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In the velvety silence out on a track round the north-eastern perimeter of the vines, Tina’s feet struck a steady, crunching rhythm. It was six-thirty on Saturday morning and the sky was endless indigo slashed with flaming scarlet as the sun geared up for another day in paradise.
She slowed to a stop and looked around. This trail was a godsend. Since leaving Toronto, Tina had been so involved in sorting out her head and her heart that she’d all but forgotten about her body. But her body had not forgotten how to run.
‘Watch out for snakes,’ Helena had told her when she asked where was a good place to go on the estate.
‘I will,’ Tina said. ‘Where’s good, though?’
‘I mean it.’
Tina had glanced knowingly at Dylan, who smiled and said, ‘Honey, you grew up in Buckinghamshire. Tina grew up in Arizona. I think she’ll be okay.’
And so now she scanned all around, listening keenly, watching the shadows. Rattlers sometimes came out to warm up in the sun. She’d seen rabbits, there might be bobcats, maybe a coyote.
She took out her water bottle and looked down the row in front of her. About a three-minute run straight back to the house.
It had been completely silent when she left, a stark contrast to the night before. Bud-break was one of the most important, almost sacred, events in the winemaking calendar. Hagan had stayed on, Helena’s son Wilson had flown in from Boston, Bette and Angie had arrived from LA, and almost everyone who worked – or would work, seasonally – at the vineyard was gathering the next day for a party with food and music and celebration.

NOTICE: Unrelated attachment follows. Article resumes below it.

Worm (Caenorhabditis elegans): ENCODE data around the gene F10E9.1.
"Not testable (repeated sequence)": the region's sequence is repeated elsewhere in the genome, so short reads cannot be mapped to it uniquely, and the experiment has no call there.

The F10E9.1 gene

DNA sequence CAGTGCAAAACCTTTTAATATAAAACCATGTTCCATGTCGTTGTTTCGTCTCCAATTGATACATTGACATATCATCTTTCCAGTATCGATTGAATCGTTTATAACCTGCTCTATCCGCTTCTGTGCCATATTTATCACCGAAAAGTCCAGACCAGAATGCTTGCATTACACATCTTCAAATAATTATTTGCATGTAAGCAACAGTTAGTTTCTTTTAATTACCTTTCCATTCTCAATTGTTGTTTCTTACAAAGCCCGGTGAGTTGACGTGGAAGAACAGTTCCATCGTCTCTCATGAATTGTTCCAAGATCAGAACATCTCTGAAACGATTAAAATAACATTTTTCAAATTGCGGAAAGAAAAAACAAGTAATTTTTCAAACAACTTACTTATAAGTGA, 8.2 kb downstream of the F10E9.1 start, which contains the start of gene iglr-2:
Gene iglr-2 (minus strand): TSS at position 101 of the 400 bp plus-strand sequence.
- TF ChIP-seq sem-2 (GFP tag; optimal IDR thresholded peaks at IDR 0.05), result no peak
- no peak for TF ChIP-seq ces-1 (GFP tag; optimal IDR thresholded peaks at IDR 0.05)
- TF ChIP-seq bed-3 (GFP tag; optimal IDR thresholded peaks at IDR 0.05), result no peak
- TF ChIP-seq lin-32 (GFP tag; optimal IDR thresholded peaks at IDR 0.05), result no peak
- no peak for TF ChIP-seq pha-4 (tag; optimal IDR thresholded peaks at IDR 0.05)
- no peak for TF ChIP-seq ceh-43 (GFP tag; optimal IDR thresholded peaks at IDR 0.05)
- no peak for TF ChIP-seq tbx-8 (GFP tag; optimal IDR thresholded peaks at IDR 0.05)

Tina studied the nearby vines. Even a week ago, these were spindly grey-brown skeletons but now they were festooned with tiny indistinct tufts of green. The effect of looking across their multitude at ground level was uplifting.
She sipped water, sweat cooling on her back. It had been hard getting to sleep last night, knowing that Bette was in the house. She ached to be close to her now. Was caught staring openly by Helena, by Dylan, by Angie.
She looked out at the sky. There was no need to look up: the estate’s elevation meant sky was everywhere, a ridiculous throwaway daily riot of molten orange, turquoise, fuchsia, lilac. To her right the sun was blazing white behind a black silhouette of distant mountains. She’d wondered over the past few years how someone like Helena could enjoy a rural life, but the more she saw her, the clearer it became that the vineyard was really about passion, and savvy, and craft. It brought out the best in Helena. It had been clever of her to gamble that it might.